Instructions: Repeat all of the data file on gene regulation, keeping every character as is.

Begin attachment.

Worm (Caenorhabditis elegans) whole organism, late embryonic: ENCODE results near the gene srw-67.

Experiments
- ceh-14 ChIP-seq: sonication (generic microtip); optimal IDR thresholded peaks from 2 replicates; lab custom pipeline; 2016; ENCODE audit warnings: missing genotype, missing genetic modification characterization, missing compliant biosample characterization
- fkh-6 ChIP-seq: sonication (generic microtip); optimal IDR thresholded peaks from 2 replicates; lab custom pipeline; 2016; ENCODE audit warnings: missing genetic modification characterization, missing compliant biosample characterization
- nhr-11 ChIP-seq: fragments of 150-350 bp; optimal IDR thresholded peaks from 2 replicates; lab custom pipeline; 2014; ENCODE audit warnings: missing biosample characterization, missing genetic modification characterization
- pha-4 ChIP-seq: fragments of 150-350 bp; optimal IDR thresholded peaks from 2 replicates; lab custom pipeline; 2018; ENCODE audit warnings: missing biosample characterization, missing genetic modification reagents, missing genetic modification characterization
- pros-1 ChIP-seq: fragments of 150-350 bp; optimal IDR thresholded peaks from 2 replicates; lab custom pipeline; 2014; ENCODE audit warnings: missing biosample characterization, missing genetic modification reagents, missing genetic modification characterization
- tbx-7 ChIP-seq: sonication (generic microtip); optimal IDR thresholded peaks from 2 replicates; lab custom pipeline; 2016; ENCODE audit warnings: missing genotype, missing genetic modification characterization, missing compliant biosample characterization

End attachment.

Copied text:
Worm (Caenorhabditis elegans) whole organism, late embryonic: ENCODE results near the gene srw-67.

Experiments
- ceh-14 ChIP-seq: sonication (generic microtip); optimal IDR thresholded peaks from 2 replicates; lab custom pipeline; 2016; ENCODE audit warnings: missing genotype, missing genetic modification characterization, missing compliant biosample characterization
- fkh-6 ChIP-seq: sonication (generic microtip); optimal IDR thresholded peaks from 2 replicates; lab custom pipeline; 2016; ENCODE audit warnings: missing genetic modification characterization, missing compliant biosample characterization
- nhr-11 ChIP-seq: fragments of 150-350 bp; optimal IDR thresholded peaks from 2 replicates; lab custom pipeline; 2014; ENCODE audit warnings: missing biosample characterization, missing genetic modification characterization
- pha-4 ChIP-seq: fragments of 150-350 bp; optimal IDR thresholded peaks from 2 replicates; lab custom pipeline; 2018; ENCODE audit warnings: missing biosample characterization, missing genetic modification reagents, missing genetic modification characterization
- pros-1 ChIP-seq: fragments of 150-350 bp; optimal IDR thresholded peaks from 2 replicates; lab custom pipeline; 2014; ENCODE audit warnings: missing biosample characterization, missing genetic modification reagents, missing genetic modification characterization
- tbx-7 ChIP-seq: sonication (generic microtip); optimal IDR thresholded peaks from 2 replicates; lab custom pipeline; 2016; ENCODE audit warnings: missing genotype, missing genetic modification characterization, missing compliant biosample characterization